We had such high hopes for a prosperous new year.  Who could have guessed that less than two weeks later, Nepal would suffer its worst earthquake in 80 years?  I hope that 2072 sees a lot of healing and maybe the beginning of some type of building code that takes into consideration the likelihood of earthquakes and can protect people in the future from such catastrophes.  Nepal is one of the countries we’ve visited this year that I feel I must return to some day. The natural beauty; the people; the culture; the food… all is stunning.

image
Farewell to the Himalayan mountains. Until we meet again.

Yvonne

Advertisements

Solo trek to Mardi Himal

While hiking up then back down the deep Mardi Kola valley to the Annapurna Base Camp (see earlier blog entries) I noted on the map that there was another trail/trek perched high up on the ridge on the east side of the valley.  It was hard to believe that a second trail could be running parallel, so much higher than our trail.  This trail apparently snaked along the ridge climbing abave 2000m, 3000m, then up to 4100m at the Mt Mardi Himal viewpoint.  A rough route rose further to the Mardi Himal base camp, but this was clearly well above the snow line. 

image
You get the sense here how fast the Himalayas rise towards the north. Both the Mardi Himal and ABC treks start in the lower green region and rise to the white snow. The photo is about 50km top to bottom.

The more I thought about it, the more I was intrigued.  Our route out of the ABC valley took us over this ridge much lower down, so I tried to convince the rest of my family to do this extra side route.  They had loved the ABC trek but were thinking more about a rest than climbing back up another 2500 vertical meters for an additional 4 days of trekking.  So that answer was “no”.  Fast forward a few days.  We planned to spend our last few days around Pokhara at the Annapurna Eco Village which is more or less near the bottom of the ridge that snakes up to Mardi Himal.  I then schemed a plan to depart from the eco village (and my family) for a solo trek up to and back from Mardi Himal.  I had only 3 days altogether, so I’d have to move quickly.  But I like walking.  And when alone tend to walk quite quickly, so it looked possible.  I chose to go without a guide, mostly because I wanted the solitude, but also because I knew that once I reached the ridge, it was pretty hard to get lost following the ridge line up.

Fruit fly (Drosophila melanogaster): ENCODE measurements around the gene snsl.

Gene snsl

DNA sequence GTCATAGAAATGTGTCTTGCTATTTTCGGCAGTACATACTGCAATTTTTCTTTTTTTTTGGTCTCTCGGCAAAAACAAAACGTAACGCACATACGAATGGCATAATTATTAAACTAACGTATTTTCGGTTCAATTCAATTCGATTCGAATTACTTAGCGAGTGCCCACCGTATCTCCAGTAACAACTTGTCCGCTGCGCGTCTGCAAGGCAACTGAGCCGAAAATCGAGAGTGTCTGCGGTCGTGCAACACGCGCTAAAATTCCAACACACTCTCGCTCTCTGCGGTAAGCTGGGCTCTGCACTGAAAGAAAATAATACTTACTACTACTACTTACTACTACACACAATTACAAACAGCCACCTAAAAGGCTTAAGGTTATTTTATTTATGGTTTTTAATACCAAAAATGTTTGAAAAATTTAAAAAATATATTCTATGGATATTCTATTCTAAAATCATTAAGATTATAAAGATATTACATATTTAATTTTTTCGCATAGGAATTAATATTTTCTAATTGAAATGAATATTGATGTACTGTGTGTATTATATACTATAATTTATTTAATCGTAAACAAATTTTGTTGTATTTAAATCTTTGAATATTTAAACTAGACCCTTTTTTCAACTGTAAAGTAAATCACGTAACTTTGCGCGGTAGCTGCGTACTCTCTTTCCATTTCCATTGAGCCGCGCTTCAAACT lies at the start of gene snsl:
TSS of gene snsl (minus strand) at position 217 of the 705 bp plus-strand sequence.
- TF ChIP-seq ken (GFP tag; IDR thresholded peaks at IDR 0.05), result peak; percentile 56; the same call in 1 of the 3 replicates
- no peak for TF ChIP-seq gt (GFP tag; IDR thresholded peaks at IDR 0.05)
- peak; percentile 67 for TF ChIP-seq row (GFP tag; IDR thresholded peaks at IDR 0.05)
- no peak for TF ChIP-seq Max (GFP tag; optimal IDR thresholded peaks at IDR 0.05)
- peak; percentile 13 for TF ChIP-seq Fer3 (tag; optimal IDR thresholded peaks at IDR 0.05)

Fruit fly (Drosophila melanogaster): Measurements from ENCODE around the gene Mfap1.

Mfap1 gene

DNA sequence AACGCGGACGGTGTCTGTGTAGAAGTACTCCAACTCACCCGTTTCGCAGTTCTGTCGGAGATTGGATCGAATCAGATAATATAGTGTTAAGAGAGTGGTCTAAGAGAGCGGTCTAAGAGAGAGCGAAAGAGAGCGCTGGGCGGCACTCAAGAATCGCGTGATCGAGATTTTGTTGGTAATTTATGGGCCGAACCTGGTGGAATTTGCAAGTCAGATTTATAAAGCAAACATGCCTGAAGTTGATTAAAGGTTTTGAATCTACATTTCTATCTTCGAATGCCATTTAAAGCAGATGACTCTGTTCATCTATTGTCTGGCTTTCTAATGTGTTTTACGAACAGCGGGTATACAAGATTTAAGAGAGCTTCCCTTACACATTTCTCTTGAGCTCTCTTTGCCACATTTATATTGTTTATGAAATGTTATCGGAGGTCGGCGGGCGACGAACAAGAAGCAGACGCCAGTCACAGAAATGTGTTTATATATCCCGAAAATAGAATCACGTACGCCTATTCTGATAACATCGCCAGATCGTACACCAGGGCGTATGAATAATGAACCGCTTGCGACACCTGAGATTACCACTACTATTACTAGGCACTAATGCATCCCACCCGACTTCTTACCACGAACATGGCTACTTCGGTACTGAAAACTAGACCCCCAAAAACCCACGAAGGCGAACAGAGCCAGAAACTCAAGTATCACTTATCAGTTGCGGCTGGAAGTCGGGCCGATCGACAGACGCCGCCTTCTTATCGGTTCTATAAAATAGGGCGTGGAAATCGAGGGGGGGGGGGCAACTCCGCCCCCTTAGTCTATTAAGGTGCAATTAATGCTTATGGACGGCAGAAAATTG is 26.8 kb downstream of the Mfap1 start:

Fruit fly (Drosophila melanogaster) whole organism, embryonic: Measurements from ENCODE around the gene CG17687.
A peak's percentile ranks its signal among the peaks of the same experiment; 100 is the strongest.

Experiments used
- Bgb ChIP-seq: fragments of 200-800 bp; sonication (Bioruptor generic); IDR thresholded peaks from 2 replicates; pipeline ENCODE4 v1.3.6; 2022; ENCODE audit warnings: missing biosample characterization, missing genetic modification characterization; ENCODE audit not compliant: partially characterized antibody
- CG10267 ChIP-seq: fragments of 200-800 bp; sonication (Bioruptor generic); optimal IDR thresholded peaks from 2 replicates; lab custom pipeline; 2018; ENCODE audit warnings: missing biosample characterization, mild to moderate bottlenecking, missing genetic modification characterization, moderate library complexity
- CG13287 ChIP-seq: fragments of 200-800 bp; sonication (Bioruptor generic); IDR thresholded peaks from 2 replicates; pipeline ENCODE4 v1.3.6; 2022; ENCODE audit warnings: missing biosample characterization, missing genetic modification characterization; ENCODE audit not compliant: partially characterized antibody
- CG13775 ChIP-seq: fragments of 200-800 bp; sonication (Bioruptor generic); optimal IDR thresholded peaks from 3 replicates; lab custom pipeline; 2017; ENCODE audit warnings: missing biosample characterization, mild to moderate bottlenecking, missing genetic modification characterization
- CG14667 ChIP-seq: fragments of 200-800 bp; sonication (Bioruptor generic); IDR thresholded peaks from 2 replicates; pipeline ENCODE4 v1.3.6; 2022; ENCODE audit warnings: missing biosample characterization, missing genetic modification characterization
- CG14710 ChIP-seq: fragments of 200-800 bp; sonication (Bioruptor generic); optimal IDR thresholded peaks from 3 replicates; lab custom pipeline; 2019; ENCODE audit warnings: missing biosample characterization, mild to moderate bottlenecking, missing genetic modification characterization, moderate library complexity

We had a lovely 1st night at the Eco Village (Yvonne will describe this in a final Nepal entry) and then after a tour of the village’s “eco” features (very impressive!) I set off.  I was really excited to be returning to the Annapurna area for more trekking, and was quite enjoying the very modest day pack on my back (sleeping bag, water and some warm clothes).  For the ABC trek we chose not to hire porters so I had quite a considerable pack (kids were traveling pretty light) all the way.

image
The morning was clear as I left, and I could again see Annapurna south and Hiun Chuli mountains. We trekked around these mountains on our way into the Annapurna Base Camp.

We had hiked up about 600 vertical meters the day before in order to get to the Eco Village.  So I was a bit disappointed that I had to drop all the way back down into the valley before starting the climb to Mardi Himal.

image
Farms I passed on my way back down to valley bottom.
image
I walked with these 3 boys for a while. They were on their way to school, but it was not just another day for them. They had a few weeks earlier finished their grade 10 exams. In Nepal, you have to pass these exams to proceed to higher education, so their was so much riding on these results. Within an hour's time they would be getting their results. I wished them luck, then headed my own way.

Not long after reaching the valley bottom, a fellow on motorcycle stopped to offer me a ride, which I accepted.  Turns out, my trail turn-off was only 500m ahead, but it was nice to chat a bit and he carried me across a river that would likely have meant wet feet if I was walking.  I found my trail turnoff, and the climb began.

image
They don't fool around with trails going up hill. No time for switchbacks - just build stairs going straight up!
image
Small scale sawmills abound in Nepal. All furniture is hand made from this lumber.

image

image
Almost all tilling is still done with beasts.

I had what I thought was a pretty good map.  The route looked pretty simple.  Follow the valley to the town of Lwang turn-off.  Climb to Lwang.  Then from Lwang take the very long and uphill trail to the ridge, then follow the ridge to “Forest Camp” to spend the 1st night.

image
Approaching Lwang. From here I would try to find the trail heading up through the forest.

When I reached Lwang, my plan started to come a bit undone.  A guy who spoke English told me that the trail I was thinking about had many many unsigned junctions, and there was little chance I would choose the correct branches to find the ridge top.  I should instead traverse along the hillside until I reached the town of Gahlel, from where it would be “easy” to hike to the town of Kalimati and up to Forest Camp.  I heeded his advice, but none of his route was on my map, so I was a bit apprehensive.  But he made it seem very easy to find Ghalel – just pointed and said “don’t go up, don’t go down … just straight”.  How hard could that be?